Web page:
Elections bring out the silliness in everyone—economists are no exception. But when economists substitute their political ideas for economic analysis, the results are bad politics and bad economics. Such is the case with two recent open letters, signed by more than 300 economists, about the proposal of Argentine presidential candidate Javier Milei to scrap the Argentine peso and adopt the U.S. dollar as Argentina’s official currency.

The first open letter, “El espejismo de la dolarización” (The Trap of Dollarization), was issued in mid September and signed by more than 200 Argentine economists. The second, “The Dangers of Javier Milei’s Economic Program in Argentina,” was recently published by many news outlets for foreign consumption and signed by more than 100 economists, mostly non-Argentines. It was released just in time for Sunday’s final round of the presidential election. The letters are remarkable for their sloppy analysis.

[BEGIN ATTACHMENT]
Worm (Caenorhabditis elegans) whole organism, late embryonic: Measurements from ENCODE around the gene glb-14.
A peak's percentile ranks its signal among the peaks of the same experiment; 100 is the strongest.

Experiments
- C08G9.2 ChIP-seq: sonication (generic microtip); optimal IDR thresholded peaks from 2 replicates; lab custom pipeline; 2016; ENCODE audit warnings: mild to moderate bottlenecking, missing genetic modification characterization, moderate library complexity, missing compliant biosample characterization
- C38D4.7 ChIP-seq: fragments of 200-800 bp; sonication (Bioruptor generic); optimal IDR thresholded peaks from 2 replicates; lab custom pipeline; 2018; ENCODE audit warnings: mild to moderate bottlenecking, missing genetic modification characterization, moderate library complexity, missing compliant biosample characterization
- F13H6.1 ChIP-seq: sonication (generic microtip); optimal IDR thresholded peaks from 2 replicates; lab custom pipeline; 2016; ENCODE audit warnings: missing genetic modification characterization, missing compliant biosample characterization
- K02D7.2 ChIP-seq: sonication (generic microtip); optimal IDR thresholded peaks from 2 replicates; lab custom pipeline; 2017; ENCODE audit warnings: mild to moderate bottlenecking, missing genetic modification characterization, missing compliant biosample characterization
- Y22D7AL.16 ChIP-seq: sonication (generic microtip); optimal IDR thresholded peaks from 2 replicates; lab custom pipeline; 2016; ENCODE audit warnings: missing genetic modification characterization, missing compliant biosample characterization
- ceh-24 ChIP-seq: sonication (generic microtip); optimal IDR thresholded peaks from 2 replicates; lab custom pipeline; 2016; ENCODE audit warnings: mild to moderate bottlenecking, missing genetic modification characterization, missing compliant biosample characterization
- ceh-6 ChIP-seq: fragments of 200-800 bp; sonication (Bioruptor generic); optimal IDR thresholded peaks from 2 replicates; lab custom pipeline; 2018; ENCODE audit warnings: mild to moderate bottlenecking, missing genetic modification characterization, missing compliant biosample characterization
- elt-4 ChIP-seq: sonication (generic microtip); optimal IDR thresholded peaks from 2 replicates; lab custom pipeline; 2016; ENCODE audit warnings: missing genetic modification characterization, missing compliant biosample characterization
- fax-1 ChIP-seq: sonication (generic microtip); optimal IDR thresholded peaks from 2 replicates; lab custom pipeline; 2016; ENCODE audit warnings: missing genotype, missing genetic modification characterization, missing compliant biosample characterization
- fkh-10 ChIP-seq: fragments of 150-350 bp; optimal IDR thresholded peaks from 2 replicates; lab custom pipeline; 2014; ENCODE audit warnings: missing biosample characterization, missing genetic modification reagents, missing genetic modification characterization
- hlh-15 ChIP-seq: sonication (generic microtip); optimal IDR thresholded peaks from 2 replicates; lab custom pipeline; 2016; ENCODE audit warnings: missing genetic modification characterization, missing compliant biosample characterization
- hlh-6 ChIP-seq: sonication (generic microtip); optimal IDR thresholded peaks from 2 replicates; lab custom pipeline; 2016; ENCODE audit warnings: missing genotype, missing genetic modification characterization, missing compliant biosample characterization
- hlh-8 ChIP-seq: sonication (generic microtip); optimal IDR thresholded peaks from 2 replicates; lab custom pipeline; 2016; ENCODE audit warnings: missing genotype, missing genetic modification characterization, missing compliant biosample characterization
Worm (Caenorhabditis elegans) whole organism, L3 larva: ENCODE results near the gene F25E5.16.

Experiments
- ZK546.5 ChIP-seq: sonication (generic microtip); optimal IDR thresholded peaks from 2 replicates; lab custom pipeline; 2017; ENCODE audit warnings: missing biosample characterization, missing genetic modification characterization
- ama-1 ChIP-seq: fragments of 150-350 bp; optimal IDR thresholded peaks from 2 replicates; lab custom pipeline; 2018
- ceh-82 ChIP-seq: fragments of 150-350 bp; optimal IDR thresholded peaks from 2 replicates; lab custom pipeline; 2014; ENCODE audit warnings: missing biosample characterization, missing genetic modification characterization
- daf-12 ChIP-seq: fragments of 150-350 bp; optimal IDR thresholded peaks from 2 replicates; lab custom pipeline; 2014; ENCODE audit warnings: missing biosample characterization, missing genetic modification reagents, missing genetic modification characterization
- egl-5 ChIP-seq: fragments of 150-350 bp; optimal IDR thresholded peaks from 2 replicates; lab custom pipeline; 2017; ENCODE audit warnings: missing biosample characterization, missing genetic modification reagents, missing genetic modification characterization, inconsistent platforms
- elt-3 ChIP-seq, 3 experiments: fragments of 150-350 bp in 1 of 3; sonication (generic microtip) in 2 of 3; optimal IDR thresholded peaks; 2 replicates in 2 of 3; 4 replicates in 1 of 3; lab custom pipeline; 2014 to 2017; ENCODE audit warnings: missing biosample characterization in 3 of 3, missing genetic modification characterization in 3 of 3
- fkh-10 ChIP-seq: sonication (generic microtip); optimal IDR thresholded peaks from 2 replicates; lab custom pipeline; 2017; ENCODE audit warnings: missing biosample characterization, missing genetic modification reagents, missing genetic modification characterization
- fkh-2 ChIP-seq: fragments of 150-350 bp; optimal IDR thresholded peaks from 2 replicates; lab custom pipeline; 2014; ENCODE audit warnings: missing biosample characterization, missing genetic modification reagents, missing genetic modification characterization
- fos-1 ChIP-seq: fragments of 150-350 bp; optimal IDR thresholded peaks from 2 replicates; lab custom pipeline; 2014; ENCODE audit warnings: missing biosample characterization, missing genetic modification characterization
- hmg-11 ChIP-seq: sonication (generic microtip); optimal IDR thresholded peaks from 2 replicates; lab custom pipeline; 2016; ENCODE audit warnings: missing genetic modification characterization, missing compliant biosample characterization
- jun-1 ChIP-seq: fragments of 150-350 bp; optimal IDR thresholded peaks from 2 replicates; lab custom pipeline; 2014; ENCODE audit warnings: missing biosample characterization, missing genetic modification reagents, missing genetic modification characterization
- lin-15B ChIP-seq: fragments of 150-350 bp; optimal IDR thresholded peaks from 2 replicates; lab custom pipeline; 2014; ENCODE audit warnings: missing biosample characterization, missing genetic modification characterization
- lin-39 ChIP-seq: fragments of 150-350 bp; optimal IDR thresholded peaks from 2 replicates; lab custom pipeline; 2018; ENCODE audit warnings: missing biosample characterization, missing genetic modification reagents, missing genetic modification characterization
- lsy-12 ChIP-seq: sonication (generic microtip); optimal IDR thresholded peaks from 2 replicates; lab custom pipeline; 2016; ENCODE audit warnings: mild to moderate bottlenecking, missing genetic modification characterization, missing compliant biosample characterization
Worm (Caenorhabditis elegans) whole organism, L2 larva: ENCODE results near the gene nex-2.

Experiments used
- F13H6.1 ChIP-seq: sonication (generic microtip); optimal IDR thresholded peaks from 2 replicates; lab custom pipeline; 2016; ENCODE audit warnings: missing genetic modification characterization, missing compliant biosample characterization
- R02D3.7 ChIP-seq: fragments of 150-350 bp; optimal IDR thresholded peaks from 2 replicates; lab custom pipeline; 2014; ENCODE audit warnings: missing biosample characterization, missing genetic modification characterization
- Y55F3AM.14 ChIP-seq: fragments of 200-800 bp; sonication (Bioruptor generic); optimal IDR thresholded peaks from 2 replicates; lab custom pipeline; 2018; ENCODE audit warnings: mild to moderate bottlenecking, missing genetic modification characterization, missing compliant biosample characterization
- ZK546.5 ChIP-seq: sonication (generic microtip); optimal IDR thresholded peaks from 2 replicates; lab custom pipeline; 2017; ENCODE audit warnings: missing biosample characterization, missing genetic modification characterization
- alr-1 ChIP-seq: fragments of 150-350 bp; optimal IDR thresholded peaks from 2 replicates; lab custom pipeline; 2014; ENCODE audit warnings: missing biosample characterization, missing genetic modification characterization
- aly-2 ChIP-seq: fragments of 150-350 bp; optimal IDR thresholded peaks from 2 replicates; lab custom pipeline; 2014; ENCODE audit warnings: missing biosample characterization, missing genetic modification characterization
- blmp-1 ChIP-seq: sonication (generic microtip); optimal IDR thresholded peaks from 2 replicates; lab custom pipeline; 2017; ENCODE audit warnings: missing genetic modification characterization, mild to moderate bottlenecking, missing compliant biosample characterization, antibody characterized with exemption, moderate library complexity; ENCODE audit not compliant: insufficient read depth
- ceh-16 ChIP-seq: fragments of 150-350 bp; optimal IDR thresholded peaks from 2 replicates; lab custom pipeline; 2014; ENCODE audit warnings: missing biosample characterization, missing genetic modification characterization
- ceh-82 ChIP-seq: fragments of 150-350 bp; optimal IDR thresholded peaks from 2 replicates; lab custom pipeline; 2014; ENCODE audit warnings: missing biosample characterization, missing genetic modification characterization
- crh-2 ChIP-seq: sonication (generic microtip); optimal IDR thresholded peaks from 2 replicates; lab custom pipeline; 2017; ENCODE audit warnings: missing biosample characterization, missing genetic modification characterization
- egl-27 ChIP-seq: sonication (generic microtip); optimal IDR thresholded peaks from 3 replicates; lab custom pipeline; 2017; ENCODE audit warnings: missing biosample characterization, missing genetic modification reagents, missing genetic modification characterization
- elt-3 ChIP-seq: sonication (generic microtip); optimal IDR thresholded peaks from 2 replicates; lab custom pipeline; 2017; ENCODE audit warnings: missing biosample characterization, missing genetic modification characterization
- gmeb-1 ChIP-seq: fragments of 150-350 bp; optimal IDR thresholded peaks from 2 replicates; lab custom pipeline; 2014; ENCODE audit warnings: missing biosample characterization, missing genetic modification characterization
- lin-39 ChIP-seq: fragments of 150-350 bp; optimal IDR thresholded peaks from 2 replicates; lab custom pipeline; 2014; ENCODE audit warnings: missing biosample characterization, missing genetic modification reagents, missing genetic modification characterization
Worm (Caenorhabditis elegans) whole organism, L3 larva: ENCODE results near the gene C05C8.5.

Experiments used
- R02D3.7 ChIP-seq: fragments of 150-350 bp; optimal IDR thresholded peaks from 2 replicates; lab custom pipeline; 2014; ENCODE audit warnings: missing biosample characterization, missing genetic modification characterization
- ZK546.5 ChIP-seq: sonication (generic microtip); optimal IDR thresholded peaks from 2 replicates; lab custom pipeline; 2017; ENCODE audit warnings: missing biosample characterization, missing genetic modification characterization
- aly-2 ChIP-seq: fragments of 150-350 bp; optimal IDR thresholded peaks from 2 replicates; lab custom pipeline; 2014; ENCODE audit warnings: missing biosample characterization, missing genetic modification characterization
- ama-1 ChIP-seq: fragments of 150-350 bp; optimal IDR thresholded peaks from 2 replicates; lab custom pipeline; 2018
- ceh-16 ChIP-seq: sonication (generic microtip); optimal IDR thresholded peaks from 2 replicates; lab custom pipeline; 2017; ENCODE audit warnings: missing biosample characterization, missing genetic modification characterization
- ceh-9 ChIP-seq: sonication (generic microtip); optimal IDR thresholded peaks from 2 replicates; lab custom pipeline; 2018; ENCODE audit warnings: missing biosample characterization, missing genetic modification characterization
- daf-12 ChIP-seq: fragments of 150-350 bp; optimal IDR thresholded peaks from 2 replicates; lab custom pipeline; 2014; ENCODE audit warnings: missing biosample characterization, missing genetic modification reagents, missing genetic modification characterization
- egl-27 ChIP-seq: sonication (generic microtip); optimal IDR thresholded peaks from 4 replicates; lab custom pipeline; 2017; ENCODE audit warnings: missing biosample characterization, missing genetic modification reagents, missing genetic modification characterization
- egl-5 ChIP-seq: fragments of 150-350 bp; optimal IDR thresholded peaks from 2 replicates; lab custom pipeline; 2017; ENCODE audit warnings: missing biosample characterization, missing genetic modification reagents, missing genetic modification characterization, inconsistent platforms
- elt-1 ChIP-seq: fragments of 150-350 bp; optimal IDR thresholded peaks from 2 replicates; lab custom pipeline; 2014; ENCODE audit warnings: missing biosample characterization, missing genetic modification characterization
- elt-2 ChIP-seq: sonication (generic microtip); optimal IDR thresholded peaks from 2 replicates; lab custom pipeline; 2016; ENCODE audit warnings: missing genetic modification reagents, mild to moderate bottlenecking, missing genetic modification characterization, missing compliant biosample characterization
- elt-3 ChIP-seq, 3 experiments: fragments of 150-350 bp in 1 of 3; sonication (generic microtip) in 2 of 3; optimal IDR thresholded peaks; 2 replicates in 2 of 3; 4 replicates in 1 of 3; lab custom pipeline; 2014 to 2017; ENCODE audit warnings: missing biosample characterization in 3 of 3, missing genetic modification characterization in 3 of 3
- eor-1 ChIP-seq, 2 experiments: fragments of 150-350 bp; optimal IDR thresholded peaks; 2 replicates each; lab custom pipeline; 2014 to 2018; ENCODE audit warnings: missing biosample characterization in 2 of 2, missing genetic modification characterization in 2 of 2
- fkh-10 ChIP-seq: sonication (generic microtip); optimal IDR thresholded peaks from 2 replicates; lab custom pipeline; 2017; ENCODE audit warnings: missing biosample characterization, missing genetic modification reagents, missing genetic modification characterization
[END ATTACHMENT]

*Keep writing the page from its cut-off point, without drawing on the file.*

Both letters acknowledge Argentina’s current biggest problem: Inflation, by my measure, is currently at 239 percent per year, which is significantly higher than Argentina’s official inflation measure of 142.7 percent per year. Neither letter identifies the cause of Argentina’s inflation: The Central Bank of the Argentine Republic (BCRA) is creating money (M3) at a rate of 115 percent per year, far in excess of the public’s demand. Consequently, neither letter presents a cure for Argentina’s endemic inflation.